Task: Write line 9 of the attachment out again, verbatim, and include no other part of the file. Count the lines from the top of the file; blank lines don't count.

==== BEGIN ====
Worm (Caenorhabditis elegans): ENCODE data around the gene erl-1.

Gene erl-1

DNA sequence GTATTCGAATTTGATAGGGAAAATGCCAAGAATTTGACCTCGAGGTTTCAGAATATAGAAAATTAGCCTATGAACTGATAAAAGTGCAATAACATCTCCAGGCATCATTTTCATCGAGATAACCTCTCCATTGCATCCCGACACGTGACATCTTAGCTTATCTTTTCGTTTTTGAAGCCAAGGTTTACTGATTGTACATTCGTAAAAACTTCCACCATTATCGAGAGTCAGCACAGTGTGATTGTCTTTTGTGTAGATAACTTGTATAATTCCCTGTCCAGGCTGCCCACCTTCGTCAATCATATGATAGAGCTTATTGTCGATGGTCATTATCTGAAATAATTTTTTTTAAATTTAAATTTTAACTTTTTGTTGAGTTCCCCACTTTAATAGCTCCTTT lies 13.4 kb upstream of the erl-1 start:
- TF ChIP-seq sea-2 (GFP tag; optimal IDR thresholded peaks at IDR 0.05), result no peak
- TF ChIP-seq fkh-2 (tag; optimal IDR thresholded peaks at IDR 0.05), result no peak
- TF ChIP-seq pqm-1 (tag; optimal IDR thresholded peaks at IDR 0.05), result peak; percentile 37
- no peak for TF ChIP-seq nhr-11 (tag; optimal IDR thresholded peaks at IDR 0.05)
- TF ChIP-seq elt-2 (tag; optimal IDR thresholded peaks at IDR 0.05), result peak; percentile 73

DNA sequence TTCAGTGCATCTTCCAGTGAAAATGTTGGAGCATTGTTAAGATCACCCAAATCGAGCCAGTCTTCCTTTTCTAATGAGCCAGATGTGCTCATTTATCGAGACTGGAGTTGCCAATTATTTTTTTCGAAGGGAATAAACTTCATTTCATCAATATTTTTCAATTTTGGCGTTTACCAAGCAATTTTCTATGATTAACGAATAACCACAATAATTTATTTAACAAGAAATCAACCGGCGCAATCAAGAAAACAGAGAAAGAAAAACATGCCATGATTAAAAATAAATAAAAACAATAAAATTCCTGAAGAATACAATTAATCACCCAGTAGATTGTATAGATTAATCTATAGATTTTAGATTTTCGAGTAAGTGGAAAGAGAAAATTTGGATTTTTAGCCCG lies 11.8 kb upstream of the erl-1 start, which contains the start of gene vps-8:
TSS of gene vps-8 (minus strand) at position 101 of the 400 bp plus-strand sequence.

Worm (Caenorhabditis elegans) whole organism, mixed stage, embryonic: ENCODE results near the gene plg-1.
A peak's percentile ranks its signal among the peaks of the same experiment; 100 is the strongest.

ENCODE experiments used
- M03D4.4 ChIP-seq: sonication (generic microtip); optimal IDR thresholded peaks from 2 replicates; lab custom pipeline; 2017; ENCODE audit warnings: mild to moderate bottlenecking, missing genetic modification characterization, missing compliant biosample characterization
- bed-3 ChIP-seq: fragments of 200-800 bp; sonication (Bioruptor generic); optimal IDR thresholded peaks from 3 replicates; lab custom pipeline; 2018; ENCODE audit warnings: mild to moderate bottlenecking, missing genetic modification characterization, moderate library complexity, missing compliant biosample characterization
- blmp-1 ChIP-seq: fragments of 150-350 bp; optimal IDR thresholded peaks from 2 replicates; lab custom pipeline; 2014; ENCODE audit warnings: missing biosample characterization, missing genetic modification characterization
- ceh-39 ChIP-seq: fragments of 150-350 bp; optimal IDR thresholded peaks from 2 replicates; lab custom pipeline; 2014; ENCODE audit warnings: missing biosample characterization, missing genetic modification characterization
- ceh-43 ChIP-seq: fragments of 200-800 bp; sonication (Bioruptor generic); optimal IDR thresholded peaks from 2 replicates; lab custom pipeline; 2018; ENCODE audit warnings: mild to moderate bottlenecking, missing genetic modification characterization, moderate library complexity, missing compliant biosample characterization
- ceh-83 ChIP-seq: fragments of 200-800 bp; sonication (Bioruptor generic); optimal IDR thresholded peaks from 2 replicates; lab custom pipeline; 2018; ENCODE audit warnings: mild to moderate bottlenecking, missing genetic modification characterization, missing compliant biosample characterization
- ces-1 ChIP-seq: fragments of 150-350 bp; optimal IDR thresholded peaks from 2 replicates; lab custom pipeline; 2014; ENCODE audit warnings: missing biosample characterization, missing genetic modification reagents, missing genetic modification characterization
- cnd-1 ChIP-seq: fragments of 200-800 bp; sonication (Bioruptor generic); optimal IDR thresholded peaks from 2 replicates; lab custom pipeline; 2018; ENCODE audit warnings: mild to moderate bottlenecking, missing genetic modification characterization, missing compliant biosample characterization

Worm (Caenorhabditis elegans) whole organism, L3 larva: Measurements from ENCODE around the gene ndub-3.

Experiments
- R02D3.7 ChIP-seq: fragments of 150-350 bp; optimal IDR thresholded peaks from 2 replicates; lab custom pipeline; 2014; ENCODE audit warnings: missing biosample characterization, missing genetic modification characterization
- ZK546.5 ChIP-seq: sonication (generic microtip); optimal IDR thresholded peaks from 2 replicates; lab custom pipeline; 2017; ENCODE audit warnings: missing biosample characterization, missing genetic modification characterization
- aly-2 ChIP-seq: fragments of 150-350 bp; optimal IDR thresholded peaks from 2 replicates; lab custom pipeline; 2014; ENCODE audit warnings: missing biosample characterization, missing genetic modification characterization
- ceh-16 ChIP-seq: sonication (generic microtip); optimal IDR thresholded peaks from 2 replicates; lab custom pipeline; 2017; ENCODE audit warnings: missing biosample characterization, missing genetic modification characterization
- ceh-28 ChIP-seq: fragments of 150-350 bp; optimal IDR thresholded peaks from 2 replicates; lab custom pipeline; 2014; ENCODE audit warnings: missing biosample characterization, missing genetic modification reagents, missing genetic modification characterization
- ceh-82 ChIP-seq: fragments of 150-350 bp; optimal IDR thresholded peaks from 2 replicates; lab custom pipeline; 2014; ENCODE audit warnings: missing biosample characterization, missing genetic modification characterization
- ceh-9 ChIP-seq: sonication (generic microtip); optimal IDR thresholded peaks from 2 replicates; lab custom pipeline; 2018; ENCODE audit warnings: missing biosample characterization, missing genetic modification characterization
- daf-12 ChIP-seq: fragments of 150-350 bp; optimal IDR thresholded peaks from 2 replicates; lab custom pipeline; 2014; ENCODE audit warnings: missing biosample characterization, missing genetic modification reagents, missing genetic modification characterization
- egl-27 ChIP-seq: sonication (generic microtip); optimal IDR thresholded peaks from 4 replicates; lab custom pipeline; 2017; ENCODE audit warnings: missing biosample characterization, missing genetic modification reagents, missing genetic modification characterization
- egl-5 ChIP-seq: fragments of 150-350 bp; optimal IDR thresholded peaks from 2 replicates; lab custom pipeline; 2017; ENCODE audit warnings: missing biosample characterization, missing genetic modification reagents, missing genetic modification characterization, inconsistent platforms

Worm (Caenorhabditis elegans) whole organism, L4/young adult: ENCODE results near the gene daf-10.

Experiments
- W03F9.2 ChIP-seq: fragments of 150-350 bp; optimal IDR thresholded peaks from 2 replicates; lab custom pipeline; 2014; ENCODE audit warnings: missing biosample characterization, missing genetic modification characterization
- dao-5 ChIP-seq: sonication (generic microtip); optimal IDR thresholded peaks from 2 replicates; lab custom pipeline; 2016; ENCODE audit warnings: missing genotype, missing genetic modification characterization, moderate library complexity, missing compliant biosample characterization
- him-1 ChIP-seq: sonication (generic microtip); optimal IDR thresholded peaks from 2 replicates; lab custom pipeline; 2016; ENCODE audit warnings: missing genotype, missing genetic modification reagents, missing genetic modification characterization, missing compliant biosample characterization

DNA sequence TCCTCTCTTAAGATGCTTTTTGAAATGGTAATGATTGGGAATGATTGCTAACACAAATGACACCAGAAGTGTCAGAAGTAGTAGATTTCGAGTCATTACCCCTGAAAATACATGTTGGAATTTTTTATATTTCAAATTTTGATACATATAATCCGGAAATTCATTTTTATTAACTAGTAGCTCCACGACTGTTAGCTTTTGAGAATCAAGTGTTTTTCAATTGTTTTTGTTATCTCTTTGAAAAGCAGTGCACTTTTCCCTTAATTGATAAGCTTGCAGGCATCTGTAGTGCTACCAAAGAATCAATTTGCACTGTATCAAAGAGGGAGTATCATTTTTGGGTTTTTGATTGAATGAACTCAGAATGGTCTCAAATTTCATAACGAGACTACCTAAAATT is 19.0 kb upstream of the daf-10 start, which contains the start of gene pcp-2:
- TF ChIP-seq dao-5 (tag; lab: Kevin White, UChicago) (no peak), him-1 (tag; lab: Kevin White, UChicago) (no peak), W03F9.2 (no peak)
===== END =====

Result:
DNA sequence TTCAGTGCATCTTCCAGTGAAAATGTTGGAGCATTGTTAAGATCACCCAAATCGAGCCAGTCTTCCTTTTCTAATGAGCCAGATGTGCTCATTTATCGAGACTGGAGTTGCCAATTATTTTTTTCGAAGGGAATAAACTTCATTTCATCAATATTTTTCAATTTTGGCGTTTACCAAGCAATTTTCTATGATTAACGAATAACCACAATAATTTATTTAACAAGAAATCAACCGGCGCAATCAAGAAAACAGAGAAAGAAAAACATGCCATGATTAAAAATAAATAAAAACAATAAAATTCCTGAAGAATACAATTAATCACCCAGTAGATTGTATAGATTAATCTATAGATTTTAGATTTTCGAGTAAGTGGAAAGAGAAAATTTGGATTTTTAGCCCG lies 11.8 kb upstream of the erl-1 start, which contains the start of gene vps-8: